Since the program began in 1996, a substantial number of Individual Taxpayer Identification Numbers (ITINs) have been issued to nonresident aliens who were not eligible to obtain U.S. social security numbers. An ITIN must be obtained for the purpose of reporting certain transactions by nonresident aliens that are subject to U.S. income taxation. These transactions include the sale and rental of U.S. real estate.
Under the Protecting Americans from Tax Hikes Act of 2015 (PATH Act), significant changes were made to the ITIN program. Previously, ITINs remained in effect unless the taxpayer applied for and received a social security number. Effective January 1, 2017, certain ITINs expire and will be required to be renewed in order to continue to be used for the filing of U.S. federal income tax returns.
There are two key groups of ITIN holders who will need to renew their ITINs in order to be valid for the filing of U.S. federal income tax returns.
ITINs with the middle digits of 70-88 expired effective January 1, 2020 or earlier. ITINS with the middle digits of 90, 91, 92, 94, 95, 96, 97, 98, and 99 expire effective January 1, 2021.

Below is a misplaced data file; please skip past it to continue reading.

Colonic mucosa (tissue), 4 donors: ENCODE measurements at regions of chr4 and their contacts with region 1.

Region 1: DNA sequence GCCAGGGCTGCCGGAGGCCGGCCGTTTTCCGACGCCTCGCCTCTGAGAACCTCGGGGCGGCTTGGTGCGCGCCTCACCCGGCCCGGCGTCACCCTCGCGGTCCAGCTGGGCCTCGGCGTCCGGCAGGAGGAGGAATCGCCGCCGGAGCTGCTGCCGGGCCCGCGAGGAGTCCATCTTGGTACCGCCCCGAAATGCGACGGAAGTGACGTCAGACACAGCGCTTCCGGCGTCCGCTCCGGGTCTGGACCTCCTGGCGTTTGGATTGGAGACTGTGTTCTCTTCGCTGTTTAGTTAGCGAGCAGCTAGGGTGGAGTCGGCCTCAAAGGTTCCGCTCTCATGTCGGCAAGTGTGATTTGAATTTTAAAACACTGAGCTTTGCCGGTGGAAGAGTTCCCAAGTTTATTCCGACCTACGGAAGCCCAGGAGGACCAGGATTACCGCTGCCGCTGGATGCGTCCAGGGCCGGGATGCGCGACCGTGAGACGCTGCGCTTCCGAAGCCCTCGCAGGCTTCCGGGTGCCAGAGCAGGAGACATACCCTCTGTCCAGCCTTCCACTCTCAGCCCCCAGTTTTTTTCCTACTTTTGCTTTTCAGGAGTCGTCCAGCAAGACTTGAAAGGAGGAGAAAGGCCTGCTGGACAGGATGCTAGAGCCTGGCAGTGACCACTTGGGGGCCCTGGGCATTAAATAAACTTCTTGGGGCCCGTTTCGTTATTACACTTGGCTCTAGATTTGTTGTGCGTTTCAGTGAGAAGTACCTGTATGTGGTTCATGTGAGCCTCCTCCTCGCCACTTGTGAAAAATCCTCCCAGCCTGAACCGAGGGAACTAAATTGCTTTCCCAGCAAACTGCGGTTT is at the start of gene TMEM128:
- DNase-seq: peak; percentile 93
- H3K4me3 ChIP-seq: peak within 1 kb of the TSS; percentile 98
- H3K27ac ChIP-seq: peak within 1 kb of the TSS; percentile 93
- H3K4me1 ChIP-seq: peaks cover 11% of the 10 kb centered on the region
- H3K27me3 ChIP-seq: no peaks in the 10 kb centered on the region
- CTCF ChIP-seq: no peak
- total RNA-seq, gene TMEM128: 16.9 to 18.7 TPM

ITINs in either of these two key groups will no longer be valid to use on a U.S. federal income tax return unless they have been renewed. Once renewed, the ITIN will remain in effect unless not used on a U.S. federal income tax return for three consecutive years.
No action is needed by ITIN holders not required to file a U.S. federal income tax return. ITINs not included in the two key groups will require no action by the ITIN holder.
To renew an ITIN, a taxpayer must complete a new Form W-7, Application for IRS Individual Taxpayer Identification Number (version with the revision date August, 2019). Original or certified copies of supporting documentation establishing the taxpayer’s identity and foreign status must be submitted with the Form W-7.
About the Author
Renea M. Glendinning, CPA, Shareholder, joined the firm in 1987 and has led the International Tax Department since 1996. She has authored articles regarding various international tax issues and frequently gives presentations on U.S. income and estate taxation of foreign nationals doing business in the U.S.